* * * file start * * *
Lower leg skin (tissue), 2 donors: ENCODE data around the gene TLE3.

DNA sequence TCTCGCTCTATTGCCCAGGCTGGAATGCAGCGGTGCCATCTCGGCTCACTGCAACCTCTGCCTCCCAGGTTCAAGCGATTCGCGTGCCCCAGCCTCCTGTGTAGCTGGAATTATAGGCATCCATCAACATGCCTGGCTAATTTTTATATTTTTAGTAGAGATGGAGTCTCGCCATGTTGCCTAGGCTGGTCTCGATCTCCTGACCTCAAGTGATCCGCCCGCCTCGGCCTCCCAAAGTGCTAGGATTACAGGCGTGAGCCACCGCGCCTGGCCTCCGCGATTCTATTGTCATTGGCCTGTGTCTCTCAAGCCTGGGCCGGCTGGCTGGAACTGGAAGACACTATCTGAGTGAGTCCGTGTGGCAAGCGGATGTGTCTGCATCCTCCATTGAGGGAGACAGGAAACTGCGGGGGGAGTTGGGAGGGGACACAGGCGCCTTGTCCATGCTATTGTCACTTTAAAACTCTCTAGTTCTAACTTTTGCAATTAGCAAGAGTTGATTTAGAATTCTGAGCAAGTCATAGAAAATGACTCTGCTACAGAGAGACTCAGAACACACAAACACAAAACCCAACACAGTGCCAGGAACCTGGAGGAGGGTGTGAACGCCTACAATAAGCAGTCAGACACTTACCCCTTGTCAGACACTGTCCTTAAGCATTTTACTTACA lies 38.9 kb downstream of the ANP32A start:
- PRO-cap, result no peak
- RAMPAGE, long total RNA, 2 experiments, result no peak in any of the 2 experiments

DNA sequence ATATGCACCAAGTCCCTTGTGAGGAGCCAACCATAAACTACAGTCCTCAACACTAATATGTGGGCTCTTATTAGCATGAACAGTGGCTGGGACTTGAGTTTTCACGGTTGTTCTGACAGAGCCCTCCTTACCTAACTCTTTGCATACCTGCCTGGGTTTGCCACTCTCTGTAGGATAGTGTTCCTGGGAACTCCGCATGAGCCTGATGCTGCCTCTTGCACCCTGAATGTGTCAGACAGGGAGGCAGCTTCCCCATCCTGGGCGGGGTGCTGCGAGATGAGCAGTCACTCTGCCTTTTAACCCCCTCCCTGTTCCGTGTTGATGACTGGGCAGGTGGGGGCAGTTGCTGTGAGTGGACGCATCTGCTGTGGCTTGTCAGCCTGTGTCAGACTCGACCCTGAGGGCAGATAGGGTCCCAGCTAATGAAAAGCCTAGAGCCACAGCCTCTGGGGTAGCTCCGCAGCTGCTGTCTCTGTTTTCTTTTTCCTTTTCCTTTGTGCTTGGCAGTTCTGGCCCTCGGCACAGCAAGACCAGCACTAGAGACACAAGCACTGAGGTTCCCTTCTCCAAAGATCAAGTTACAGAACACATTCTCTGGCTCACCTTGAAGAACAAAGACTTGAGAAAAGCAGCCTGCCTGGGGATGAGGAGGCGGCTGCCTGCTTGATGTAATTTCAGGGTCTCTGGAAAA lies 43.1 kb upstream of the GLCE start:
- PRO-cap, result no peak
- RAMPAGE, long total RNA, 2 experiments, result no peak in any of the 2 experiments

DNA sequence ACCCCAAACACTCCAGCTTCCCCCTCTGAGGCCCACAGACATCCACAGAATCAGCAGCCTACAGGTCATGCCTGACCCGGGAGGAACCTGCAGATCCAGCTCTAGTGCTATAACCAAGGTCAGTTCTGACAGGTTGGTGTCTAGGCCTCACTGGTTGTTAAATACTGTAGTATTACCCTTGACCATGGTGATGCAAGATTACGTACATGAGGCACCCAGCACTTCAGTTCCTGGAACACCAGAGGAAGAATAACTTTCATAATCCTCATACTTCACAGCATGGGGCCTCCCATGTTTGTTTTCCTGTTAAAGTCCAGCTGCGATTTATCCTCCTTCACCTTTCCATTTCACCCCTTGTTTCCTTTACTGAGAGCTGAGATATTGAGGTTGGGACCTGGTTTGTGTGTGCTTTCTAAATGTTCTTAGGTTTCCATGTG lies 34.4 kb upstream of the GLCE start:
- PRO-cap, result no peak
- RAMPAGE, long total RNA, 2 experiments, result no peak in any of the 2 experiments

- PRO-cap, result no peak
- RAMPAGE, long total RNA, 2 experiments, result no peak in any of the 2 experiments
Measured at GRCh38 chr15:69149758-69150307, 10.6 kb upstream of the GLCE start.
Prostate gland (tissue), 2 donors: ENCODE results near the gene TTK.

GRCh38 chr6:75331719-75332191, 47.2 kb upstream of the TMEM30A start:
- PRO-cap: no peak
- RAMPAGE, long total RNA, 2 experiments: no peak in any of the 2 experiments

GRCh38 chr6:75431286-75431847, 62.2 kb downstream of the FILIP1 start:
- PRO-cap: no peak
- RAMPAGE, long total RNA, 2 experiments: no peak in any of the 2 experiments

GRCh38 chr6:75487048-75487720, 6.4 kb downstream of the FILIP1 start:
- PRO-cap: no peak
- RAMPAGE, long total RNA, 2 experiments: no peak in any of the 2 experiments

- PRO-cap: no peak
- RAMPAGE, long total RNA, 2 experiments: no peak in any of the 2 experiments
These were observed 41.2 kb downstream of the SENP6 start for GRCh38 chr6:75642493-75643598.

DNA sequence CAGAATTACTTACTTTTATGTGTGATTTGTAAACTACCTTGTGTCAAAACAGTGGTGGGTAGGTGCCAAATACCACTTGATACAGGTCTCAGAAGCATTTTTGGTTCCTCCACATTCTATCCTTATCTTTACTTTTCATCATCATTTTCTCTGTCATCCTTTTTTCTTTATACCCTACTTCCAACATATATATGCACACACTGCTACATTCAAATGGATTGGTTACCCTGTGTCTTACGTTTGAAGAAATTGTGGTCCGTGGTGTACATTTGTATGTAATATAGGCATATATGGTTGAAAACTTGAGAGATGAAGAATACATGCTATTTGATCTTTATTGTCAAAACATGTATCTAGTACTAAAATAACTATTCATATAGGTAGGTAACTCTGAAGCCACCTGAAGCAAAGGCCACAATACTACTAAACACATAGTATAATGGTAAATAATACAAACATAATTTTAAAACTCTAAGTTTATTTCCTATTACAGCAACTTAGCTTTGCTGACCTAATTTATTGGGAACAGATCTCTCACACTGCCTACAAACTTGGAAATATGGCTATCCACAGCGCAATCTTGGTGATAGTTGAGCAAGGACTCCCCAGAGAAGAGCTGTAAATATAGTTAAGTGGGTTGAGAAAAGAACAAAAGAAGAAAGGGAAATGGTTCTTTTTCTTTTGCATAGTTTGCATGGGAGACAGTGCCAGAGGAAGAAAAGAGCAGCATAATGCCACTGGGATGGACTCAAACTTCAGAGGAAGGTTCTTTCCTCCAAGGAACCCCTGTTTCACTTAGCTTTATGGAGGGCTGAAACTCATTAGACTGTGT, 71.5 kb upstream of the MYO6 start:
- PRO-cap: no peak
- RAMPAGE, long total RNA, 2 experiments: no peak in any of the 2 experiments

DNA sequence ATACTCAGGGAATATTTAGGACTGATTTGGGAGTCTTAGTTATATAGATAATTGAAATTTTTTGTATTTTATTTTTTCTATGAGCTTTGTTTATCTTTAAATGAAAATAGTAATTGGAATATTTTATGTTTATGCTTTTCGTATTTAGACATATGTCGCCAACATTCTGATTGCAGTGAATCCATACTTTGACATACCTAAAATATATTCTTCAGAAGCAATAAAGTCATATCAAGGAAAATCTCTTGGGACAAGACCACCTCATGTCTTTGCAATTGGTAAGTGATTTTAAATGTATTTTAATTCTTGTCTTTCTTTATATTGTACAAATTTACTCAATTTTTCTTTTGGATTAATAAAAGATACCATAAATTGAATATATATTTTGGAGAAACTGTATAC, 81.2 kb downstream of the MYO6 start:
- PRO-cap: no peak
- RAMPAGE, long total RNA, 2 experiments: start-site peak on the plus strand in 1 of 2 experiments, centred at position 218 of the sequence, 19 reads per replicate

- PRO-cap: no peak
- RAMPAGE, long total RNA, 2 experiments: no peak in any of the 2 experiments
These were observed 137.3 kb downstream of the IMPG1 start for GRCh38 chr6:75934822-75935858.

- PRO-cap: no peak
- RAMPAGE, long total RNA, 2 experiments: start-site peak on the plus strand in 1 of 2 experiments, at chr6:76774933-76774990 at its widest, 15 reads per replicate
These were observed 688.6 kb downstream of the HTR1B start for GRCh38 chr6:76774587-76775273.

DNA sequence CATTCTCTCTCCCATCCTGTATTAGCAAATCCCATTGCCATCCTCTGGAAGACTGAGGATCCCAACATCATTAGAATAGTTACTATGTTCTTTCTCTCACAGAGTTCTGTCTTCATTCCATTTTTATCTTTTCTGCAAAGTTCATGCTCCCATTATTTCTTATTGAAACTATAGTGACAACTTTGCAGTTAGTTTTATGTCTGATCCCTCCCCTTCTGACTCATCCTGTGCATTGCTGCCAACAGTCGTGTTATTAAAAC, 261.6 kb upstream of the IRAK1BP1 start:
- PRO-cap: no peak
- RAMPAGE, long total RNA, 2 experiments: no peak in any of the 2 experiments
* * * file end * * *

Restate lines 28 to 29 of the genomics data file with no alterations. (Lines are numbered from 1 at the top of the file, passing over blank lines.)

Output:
- PRO-cap: no peak
- RAMPAGE, long total RNA, 2 experiments: no peak in any of the 2 experiments